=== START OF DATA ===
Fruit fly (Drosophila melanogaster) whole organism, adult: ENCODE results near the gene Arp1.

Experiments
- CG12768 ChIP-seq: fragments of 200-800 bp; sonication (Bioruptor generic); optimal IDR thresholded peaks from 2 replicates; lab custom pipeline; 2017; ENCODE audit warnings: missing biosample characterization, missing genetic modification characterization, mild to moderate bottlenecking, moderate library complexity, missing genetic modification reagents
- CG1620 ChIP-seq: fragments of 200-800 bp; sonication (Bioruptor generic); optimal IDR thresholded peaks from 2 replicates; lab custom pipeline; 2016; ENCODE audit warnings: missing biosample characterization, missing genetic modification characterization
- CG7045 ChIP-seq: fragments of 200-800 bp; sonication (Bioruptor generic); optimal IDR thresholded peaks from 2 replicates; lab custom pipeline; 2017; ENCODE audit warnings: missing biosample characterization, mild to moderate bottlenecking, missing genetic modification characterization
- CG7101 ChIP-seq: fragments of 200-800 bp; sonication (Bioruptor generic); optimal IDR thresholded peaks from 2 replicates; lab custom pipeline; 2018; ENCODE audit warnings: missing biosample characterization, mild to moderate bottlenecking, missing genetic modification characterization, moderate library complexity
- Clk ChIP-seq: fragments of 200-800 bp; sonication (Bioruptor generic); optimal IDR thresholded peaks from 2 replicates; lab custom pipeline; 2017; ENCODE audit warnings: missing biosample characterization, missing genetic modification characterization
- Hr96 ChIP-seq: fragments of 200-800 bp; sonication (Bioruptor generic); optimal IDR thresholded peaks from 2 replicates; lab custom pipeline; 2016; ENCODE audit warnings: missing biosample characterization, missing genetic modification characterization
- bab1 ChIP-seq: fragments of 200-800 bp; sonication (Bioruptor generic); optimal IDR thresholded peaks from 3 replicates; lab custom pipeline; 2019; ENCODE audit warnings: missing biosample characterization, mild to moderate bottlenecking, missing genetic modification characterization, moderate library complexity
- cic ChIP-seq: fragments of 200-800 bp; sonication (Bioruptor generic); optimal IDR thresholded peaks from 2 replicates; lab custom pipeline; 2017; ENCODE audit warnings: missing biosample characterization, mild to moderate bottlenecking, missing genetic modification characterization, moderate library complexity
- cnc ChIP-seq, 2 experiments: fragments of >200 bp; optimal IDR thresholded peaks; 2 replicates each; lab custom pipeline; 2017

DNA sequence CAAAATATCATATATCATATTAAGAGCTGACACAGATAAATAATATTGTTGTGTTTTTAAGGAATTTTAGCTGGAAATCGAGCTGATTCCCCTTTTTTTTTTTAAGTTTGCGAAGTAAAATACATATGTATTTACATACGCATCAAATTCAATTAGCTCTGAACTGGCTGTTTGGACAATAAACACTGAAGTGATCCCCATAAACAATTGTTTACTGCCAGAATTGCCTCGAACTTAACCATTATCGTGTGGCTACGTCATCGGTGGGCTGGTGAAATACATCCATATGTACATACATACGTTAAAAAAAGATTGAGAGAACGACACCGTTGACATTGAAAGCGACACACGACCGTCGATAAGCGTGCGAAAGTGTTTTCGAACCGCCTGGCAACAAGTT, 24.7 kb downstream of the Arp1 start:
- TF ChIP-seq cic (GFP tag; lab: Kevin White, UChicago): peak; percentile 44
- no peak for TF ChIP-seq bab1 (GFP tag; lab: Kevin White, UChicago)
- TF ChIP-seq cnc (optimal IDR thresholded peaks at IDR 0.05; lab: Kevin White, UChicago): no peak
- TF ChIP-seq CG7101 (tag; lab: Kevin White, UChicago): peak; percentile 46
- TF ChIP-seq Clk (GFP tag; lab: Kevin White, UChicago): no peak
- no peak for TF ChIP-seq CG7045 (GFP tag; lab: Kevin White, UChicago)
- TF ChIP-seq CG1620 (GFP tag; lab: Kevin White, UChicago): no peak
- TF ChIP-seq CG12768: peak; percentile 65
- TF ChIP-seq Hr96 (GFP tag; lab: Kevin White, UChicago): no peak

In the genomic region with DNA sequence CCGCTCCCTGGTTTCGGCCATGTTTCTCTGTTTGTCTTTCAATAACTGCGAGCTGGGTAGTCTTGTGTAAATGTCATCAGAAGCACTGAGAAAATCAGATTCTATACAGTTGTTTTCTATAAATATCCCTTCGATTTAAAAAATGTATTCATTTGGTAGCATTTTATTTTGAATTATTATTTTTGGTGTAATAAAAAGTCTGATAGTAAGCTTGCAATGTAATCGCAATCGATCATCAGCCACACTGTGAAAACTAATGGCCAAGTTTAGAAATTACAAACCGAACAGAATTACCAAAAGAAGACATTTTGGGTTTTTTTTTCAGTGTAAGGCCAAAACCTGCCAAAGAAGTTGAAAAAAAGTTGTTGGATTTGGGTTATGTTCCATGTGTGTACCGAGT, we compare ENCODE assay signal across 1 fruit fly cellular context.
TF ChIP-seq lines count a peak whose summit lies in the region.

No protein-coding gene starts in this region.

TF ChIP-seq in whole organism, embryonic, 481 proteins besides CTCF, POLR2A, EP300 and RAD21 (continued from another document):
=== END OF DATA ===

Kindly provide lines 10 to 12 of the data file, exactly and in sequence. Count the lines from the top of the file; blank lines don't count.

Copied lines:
- cic ChIP-seq: fragments of 200-800 bp; sonication (Bioruptor generic); optimal IDR thresholded peaks from 2 replicates; lab custom pipeline; 2017; ENCODE audit warnings: missing biosample characterization, mild to moderate bottlenecking, missing genetic modification characterization, moderate library complexity
- cnc ChIP-seq, 2 experiments: fragments of >200 bp; optimal IDR thresholded peaks; 2 replicates each; lab custom pipeline; 2017

DNA sequence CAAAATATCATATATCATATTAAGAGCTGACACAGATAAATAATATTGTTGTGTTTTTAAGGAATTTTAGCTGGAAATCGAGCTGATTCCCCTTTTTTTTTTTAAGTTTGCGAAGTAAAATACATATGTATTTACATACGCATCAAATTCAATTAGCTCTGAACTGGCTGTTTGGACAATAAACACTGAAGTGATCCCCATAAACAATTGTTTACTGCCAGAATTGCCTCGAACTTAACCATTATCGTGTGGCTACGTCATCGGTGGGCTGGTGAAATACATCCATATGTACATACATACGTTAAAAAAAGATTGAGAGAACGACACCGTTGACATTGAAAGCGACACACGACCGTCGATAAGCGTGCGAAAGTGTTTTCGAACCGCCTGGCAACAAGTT, 24.7 kb downstream of the Arp1 start: